Wednesday, December 6, 2023

Coronado Public Library’s “Eclipse Day” was a Solar Success

Community members look up (with eye protection) at the eclipse in Library Park.

On October 14th, spectators gathered in Library Park to celebrate “Eclipse Day” with the Coronado Public Library. The space-themed event lasted for two hours, starting at 9 am. Even with the cloudy morning, viewers saw the best partial solar eclipse that California will see for the next twenty years.

This year’s annular eclipse was only a partial one for Coronado. A partial eclipse, according to the “Learn about the Eclipse” zine made by Tara Davies, happens when the moon moves between the Earth and the Sun, but the moon doesn’t fully cover the sun or line up perfectly so only a portion of the star is blocked by the moon. So, as Southern California viewers peered through their NASA-approved glasses, they saw a glowing crescent shape.

Library-provided infographic from NASA about the October 2023 eclipse path.

Teen librarian Tara Davies and other staff members were there to manage different activity booths. Coronado High School (CHS) Senior Olivia Chavez says, “I think that [library events are special] mostly because it’s just exposing people to opportunities they never would’ve known existed. Before I got here this morning to work this event, I didn’t even know this was going on. It’s cool to learn and teach people.”

The eclipse viewer craft station was buzzing with creativity.

At 9:30 am the eclipse’s maximum visibility was at 70%, which was the maximum for this year. Only a sliver of Sun was shining as the moon covered the rest. Librarians emphasized to viewers to only look at the eclipse with their glasses on.

Although some attendees opted to create their own eclipse viewers instead of taking the freebies. One of the craft stations gave people the opportunity to create their own viewing devices by using tin foil, cereal boxes, and masking tape.

Looking through a cardboard viewer to see the sun partially blocked by the moon.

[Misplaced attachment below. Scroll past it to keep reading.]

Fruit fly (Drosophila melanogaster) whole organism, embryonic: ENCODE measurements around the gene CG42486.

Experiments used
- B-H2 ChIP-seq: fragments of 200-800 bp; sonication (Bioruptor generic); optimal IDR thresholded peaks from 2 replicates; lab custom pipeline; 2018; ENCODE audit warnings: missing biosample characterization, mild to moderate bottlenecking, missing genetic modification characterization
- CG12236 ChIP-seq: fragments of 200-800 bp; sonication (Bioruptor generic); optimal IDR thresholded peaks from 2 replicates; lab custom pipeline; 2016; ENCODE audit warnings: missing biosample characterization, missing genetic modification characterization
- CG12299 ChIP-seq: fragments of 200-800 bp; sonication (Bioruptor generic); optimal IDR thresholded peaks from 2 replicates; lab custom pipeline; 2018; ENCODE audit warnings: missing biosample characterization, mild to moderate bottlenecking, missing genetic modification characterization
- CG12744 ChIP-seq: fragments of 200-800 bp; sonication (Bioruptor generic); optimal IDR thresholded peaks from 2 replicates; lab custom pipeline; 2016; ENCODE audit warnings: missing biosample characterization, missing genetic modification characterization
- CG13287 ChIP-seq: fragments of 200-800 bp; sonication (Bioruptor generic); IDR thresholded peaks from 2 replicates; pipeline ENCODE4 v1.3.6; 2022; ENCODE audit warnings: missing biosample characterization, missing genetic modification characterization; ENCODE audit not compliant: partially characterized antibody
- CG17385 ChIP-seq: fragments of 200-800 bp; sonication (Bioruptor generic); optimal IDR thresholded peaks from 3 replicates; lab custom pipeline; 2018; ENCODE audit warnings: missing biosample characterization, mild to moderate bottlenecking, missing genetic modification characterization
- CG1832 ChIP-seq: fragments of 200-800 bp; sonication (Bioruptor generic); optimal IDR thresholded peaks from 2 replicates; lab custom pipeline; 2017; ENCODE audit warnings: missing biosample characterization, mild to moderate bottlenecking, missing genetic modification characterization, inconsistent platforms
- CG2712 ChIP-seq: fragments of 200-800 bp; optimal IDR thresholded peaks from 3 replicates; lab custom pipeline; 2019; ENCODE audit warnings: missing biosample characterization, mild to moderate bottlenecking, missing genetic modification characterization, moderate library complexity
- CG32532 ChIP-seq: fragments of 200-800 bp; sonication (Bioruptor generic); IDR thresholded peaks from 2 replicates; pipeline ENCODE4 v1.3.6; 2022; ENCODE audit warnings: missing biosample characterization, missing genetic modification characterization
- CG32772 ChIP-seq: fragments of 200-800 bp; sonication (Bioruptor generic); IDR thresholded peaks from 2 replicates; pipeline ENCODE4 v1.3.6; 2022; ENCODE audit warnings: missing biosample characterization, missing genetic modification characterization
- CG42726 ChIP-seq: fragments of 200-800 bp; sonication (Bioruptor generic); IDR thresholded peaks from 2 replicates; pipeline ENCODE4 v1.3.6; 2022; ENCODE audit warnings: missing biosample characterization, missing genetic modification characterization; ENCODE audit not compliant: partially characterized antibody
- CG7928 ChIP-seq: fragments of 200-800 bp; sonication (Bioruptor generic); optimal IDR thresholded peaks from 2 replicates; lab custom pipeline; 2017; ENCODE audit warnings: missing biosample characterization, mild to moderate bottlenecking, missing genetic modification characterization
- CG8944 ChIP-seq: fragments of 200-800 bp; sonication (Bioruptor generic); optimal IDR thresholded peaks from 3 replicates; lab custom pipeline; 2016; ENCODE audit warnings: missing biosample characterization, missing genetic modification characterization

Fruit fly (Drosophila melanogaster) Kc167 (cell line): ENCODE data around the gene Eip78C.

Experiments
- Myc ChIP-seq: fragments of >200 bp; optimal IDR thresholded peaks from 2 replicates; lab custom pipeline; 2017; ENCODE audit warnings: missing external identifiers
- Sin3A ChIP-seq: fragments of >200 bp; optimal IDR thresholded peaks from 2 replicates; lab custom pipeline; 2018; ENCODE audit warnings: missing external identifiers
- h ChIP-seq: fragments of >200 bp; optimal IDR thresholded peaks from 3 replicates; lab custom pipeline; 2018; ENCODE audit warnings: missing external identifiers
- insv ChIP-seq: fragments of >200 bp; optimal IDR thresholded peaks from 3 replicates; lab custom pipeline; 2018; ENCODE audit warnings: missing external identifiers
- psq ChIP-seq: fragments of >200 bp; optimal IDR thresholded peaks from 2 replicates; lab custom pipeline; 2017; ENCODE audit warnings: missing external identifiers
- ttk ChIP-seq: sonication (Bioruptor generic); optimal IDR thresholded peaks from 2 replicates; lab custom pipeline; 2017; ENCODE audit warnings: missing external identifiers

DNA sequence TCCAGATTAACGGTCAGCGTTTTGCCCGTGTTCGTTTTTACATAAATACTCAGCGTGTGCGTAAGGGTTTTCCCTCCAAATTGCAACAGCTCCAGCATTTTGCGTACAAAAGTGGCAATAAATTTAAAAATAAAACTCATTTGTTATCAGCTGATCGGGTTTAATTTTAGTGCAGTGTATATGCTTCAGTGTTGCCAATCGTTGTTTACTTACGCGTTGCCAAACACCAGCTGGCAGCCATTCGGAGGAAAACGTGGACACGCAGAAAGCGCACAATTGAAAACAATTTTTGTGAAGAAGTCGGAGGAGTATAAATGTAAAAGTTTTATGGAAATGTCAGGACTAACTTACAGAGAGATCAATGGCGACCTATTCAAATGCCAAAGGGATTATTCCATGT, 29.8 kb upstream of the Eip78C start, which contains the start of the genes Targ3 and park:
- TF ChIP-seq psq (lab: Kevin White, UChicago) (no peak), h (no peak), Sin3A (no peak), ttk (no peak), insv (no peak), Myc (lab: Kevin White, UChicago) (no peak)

Next to this station was the solar-inspired craft table, run by Olivia Chavez. Kids got to color planet cut-outs and create an eclipse simulator to take home with them after the event. Chavez says her favorite part of the event was “running the coloring booth for the kids.”

Lunar crafts for kids at the event.

This event was one for the astronomical history books and a joyous one for Coronado residents. A total solar eclipse will pass the United States on April 8th of next year.

Find more October events happening each week at the Coronado Public Library for community members to join in on Halloween-themed fun, book clubs, and more.



Maria Laguna
Maria Laguna
Maria Laguna is student at Coronado High School and has lived in San Diego her whole life. She is an officer to numerous clubs on campus, including: Feminist Club, Creative Writing Club, and Activism Book Club. Maria is also very involved with community service. Her passions include fashion, reading, writing, and travel. She shows her love of literature by being a Coronado Public Library volunteer in her free time and working on her own novella. She has always loved doing activities that let her express herself creatively. Maria plans to study fashion and writing after graduating from Coronado High in 2024. Have a story for The Coronado Times to cover? Send news tips or story ideas to: [email protected]

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